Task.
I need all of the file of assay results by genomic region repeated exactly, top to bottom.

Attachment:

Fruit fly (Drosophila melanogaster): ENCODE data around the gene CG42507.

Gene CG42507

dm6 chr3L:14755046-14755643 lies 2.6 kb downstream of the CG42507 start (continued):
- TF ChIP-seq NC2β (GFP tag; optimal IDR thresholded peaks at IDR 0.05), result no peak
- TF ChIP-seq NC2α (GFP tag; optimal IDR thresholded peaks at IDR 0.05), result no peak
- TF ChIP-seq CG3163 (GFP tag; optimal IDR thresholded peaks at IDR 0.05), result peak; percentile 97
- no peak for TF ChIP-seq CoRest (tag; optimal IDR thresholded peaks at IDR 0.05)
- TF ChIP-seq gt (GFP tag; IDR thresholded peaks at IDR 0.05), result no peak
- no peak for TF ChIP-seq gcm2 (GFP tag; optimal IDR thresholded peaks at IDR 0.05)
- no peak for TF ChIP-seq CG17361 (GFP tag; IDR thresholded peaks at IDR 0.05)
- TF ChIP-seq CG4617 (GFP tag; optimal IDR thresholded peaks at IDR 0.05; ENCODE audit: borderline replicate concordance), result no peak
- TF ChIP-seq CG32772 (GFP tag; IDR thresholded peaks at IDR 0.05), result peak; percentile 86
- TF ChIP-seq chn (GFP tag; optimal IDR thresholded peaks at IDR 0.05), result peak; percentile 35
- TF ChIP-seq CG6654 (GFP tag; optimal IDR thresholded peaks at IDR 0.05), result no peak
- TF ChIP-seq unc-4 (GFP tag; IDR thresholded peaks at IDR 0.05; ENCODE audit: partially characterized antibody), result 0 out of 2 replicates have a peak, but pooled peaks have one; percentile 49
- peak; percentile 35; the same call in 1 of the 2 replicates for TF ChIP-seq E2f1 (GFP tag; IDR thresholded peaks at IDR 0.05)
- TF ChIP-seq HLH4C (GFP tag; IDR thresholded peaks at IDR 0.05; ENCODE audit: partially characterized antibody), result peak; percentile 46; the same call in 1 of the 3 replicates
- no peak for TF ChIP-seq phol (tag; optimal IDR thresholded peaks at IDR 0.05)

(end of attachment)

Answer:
Fruit fly (Drosophila melanogaster): ENCODE data around the gene CG42507.

Gene CG42507

dm6 chr3L:14755046-14755643 lies 2.6 kb downstream of the CG42507 start (continued):
- TF ChIP-seq NC2β (GFP tag; optimal IDR thresholded peaks at IDR 0.05), result no peak
- TF ChIP-seq NC2α (GFP tag; optimal IDR thresholded peaks at IDR 0.05), result no peak
- TF ChIP-seq CG3163 (GFP tag; optimal IDR thresholded peaks at IDR 0.05), result peak; percentile 97
- no peak for TF ChIP-seq CoRest (tag; optimal IDR thresholded peaks at IDR 0.05)
- TF ChIP-seq gt (GFP tag; IDR thresholded peaks at IDR 0.05), result no peak
- no peak for TF ChIP-seq gcm2 (GFP tag; optimal IDR thresholded peaks at IDR 0.05)
- no peak for TF ChIP-seq CG17361 (GFP tag; IDR thresholded peaks at IDR 0.05)
- TF ChIP-seq CG4617 (GFP tag; optimal IDR thresholded peaks at IDR 0.05; ENCODE audit: borderline replicate concordance), result no peak
- TF ChIP-seq CG32772 (GFP tag; IDR thresholded peaks at IDR 0.05), result peak; percentile 86
- TF ChIP-seq chn (GFP tag; optimal IDR thresholded peaks at IDR 0.05), result peak; percentile 35
- TF ChIP-seq CG6654 (GFP tag; optimal IDR thresholded peaks at IDR 0.05), result no peak
- TF ChIP-seq unc-4 (GFP tag; IDR thresholded peaks at IDR 0.05; ENCODE audit: partially characterized antibody), result 0 out of 2 replicates have a peak, but pooled peaks have one; percentile 49
- peak; percentile 35; the same call in 1 of the 2 replicates for TF ChIP-seq E2f1 (GFP tag; IDR thresholded peaks at IDR 0.05)
- TF ChIP-seq HLH4C (GFP tag; IDR thresholded peaks at IDR 0.05; ENCODE audit: partially characterized antibody), result peak; percentile 46; the same call in 1 of the 3 replicates
- no peak for TF ChIP-seq phol (tag; optimal IDR thresholded peaks at IDR 0.05)